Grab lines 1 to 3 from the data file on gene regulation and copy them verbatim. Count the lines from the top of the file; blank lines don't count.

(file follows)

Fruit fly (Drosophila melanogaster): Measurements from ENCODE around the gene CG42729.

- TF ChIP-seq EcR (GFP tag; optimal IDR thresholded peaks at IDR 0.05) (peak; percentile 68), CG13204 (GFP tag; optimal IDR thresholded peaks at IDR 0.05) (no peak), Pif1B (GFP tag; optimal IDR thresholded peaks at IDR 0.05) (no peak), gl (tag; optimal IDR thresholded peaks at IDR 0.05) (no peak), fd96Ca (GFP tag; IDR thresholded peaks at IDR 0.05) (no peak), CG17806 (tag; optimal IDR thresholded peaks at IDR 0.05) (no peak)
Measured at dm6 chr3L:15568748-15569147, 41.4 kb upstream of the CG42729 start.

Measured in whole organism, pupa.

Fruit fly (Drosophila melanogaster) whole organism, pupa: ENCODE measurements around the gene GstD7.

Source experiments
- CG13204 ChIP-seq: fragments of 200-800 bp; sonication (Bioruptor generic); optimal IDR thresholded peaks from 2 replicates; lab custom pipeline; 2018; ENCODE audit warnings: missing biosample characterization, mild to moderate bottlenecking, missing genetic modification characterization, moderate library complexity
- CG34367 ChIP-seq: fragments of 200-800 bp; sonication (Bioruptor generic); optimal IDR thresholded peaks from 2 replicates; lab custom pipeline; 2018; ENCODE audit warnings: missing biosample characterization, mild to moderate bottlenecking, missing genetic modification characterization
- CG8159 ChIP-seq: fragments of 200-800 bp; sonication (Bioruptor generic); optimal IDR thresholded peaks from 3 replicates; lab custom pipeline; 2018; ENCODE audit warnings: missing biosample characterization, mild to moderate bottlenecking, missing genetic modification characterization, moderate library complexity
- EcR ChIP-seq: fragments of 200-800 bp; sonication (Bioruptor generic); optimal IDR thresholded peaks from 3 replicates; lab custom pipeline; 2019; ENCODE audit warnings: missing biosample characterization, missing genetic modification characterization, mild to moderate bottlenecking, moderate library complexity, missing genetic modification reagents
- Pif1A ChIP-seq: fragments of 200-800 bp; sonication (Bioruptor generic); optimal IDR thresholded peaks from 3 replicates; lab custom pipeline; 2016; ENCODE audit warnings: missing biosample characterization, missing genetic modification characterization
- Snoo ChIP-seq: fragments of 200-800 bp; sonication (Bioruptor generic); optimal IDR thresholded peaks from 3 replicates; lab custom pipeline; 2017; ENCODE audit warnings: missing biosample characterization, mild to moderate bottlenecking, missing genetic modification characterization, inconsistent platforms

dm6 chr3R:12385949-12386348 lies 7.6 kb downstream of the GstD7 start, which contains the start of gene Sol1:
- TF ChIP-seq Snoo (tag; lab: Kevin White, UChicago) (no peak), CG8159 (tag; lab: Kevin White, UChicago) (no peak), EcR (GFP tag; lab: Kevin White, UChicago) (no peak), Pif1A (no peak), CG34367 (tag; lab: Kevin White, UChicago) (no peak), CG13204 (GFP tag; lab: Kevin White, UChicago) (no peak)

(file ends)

Fruit fly (Drosophila melanogaster): Measurements from ENCODE around the gene CG42729.

- TF ChIP-seq EcR (GFP tag; optimal IDR thresholded peaks at IDR 0.05) (peak; percentile 68), CG13204 (GFP tag; optimal IDR thresholded peaks at IDR 0.05) (no peak), Pif1B (GFP tag; optimal IDR thresholded peaks at IDR 0.05) (no peak), gl (tag; optimal IDR thresholded peaks at IDR 0.05) (no peak), fd96Ca (GFP tag; IDR thresholded peaks at IDR 0.05) (no peak), CG17806 (tag; optimal IDR thresholded peaks at IDR 0.05) (no peak)
Measured at dm6 chr3L:15568748-15569147, 41.4 kb upstream of the CG42729 start.